by the department in obtaining such,
transports. The coastwise trade on the
Pacific is not large, as compared with
that on the Atlantic, and the majority
of the vessels engaged in the trade are
foreign register. Of course, ships fly-
inga zoreign nag cannot .be used as
transports by the government, as such
use would constitute a violation of the
neutrality laws of the nation whose
flag the ships bore.
Tonight, the war department is nego
tiating by telegraph with the Paoiflo
Mail Steamship Company for charter of
two of the company's boats, the China
and the Colon, the Colon bears the
American flag, but the China is under
the Hawaiian colors. The discussion
between the war department and the
steamship company is now one of price.
Whether toxin 8 can be agreed -upon
seems in doubt.
Tonight, Secretary Meiklejohn re
ceived an offer from the agent of the
Northern Paciflo Steamship Company,
at Seattle, placing at the disposal of
the government the company's entire
fleet of steamers, provided they be
given American register. The steam
ers are the Tacoma, Arizona, Olympia,
Columbia, Victoria and Argyll. All
are British-built vessels and fly the
Commenting ' upon the situation
which confronts the department, Mr.
' "If we' cannot get vessels at what we
consider fair prices, we shall be forced
to impress as we need into the service
and leave the prices to be adjusted sub
sequently by a board appointed for the
purpose, We have made every possible
effort to secure vessels of American
register; indeed, we want nothing else.
But it Is impossible to get them on the
Paciflo coast. We' shall have simply to
ask congress to give American register
to Vessels that we can obtain. There
is no other way out of the difficulty."
The likelihood is the war depart
ment will bring such vessels of the
Northern Paciflo Steamship Company
as may be needed to San Francisco, and
then ask congress to give them Amer
ican register, in order that they may
promptly convoy available troops to
Manila. It is the desire of the depart
ment that the troops following those to
be sent on Saturday shall leave -not
later than June L "
' Bank at the Pier.
New York, May 25. The tugboat
Goodwin sank in the North river today,
at the White Star pier, foot of Twen
tieth street. Two men were asleep in
their bunks. One of them, Hiraro
Taylor, was drowned. Jeremiah
Lynob, the oook, was rescued. The
Goodwin was owned by J. R. Barrett,
who was also her captain. She was
valued at 15,000 and Insured.
Washington, May 25. The question
of the annexation of Hawaii has been
revived in the senate since thf Hawai
ian resolutions were reported,, iu the
house, and the friends of annexation
have been quoted as expressing a deter
mination to press the house resolution
in tha senate during the present ses
sion, in caw it should pass the house,
(or feat that tha short seslon would not
afford time to secure its thorough son-aidexatlon.
Preparing to Rlk Another Ke-
. serve Squadron.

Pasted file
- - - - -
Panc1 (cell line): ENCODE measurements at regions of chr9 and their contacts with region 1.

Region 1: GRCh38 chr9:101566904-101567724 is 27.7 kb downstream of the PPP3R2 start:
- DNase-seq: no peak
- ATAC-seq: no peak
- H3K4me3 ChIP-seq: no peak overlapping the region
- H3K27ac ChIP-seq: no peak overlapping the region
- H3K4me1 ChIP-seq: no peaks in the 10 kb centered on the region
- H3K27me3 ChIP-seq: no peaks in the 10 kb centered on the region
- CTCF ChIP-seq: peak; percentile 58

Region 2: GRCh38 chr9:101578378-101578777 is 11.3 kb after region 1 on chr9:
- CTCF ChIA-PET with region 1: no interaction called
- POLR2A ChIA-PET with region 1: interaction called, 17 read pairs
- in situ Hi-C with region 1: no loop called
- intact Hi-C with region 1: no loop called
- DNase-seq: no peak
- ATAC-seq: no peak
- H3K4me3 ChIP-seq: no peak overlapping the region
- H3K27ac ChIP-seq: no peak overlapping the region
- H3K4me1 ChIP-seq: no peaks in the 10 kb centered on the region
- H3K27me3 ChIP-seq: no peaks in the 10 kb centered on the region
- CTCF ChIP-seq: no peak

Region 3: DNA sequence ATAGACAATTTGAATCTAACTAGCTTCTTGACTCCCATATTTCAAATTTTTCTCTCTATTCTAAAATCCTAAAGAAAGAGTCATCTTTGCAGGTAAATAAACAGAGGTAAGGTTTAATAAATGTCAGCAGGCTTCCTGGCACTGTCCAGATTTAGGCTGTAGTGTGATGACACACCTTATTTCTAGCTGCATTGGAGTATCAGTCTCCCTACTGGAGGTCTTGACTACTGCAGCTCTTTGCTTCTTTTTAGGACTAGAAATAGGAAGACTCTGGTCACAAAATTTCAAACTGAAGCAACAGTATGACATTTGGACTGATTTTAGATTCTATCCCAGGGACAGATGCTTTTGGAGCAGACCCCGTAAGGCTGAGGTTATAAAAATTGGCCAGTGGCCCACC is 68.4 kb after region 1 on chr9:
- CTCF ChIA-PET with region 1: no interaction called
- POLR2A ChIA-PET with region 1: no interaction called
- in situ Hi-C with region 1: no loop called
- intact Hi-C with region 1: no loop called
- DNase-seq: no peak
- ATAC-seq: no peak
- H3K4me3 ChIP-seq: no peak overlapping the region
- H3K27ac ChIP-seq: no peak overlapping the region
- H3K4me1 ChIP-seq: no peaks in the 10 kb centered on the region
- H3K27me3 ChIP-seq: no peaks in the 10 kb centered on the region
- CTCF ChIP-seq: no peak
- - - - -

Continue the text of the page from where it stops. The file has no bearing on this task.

New York, , May 25. A dispatch to
thg.World from Madrid says: With
the' incoming of the new government
renewed activity has been given to
foreign and home defenses. Torpedoes
have been laid at the entrance of all the
The new ministry has determined to
send at once what is known as tha re
serve squadron, that is to' say the
armored warship Pelayo, .the protected
oroisers Carlos V and Alfonso XIII, the
torpedo-boat destroyers Audaz, Proser
pina and Destructor, the dispatch-boat
Giralda, the torpedo-boats Rapido and
Patricia and the armed trans-Atlantio
liners, Joaquin de Pielago, Alfonso
XIII, Antonio Lopez, Ciudad de Cadiz
and Buenos Ayres. To the above will
be added the Reina Regente, Whioh is
being armed at Ferrol, and the Leon
XII, which has recently started from
Barcelona for Cadiz. -
This fleet is likely to start at once,
and it is publicly stated that it is going
to Manila. Significant suggestions are
made as to the possibility of the Pelayo
getting through the Suez canal with
her draught, but it may be readily un
derstood that the admirality is not giv
ing its secrets away, and that the fleet
will sail under sealed orders, and that
it is quite as likely to go west as east.
It is stated at Cadiz very positively
thfct the Pelayo, Carlos V, three of the
Atlantic steamers and two torpedo
boats are to sail for the Philippines.
The Pelayo is well armed, armored and
manned and has good guns, but her
heavy ones forward will not swing,
owing to defects in the machinery, and
AT CADIZ WHICH MAY QO TO
can only be fired directly ahead.
It is said at' Cadiz that 'there are
mines in Manila harbor that were not
exploded when the American fleet en
tered, the electrio communication be
ing out of order. This has, so it is
rumored now, been rectified, and prep
arations are complete to give Admiral
Dewey a warm good-bye should he at
tempt to leave. This rumor will bear
a big lump of salt.
NEEDED ON THE COAST.
Washington Volunteers Ordered Front
Camp Rogers to Vanconver.
Vancouver Barracks, May 25t Major-General
II. C. Merrlam issued or
ders, whioh were received here today,
for the headquarters and band and our
companies of Washington volunteers,
now stationed at Camp Rogers, to pro
ceed without delay and take station
The troops referred to in the orders
are commanded by J. H. Whalley, first
lieutenant in the Twenty-fourth infan
try, and a graduate of the military